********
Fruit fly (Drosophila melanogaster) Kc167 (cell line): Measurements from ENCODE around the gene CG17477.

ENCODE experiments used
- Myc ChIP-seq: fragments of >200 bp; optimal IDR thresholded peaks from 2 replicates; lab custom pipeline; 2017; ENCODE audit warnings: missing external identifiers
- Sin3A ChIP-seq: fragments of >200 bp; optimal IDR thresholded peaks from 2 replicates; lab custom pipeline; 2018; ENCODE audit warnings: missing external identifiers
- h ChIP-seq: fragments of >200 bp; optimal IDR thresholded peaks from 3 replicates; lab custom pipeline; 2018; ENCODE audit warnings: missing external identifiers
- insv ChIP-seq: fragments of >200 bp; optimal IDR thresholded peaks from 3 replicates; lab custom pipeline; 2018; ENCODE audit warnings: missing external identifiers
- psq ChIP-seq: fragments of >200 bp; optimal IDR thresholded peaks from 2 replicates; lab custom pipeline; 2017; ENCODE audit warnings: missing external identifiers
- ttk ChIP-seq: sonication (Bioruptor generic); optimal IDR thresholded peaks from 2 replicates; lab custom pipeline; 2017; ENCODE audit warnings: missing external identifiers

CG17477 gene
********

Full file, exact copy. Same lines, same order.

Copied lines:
Fruit fly (Drosophila melanogaster) Kc167 (cell line): Measurements from ENCODE around the gene CG17477.

ENCODE experiments used
- Myc ChIP-seq: fragments of >200 bp; optimal IDR thresholded peaks from 2 replicates; lab custom pipeline; 2017; ENCODE audit warnings: missing external identifiers
- Sin3A ChIP-seq: fragments of >200 bp; optimal IDR thresholded peaks from 2 replicates; lab custom pipeline; 2018; ENCODE audit warnings: missing external identifiers
- h ChIP-seq: fragments of >200 bp; optimal IDR thresholded peaks from 3 replicates; lab custom pipeline; 2018; ENCODE audit warnings: missing external identifiers
- insv ChIP-seq: fragments of >200 bp; optimal IDR thresholded peaks from 3 replicates; lab custom pipeline; 2018; ENCODE audit warnings: missing external identifiers
- psq ChIP-seq: fragments of >200 bp; optimal IDR thresholded peaks from 2 replicates; lab custom pipeline; 2017; ENCODE audit warnings: missing external identifiers
- ttk ChIP-seq: sonication (Bioruptor generic); optimal IDR thresholded peaks from 2 replicates; lab custom pipeline; 2017; ENCODE audit warnings: missing external identifiers

CG17477 gene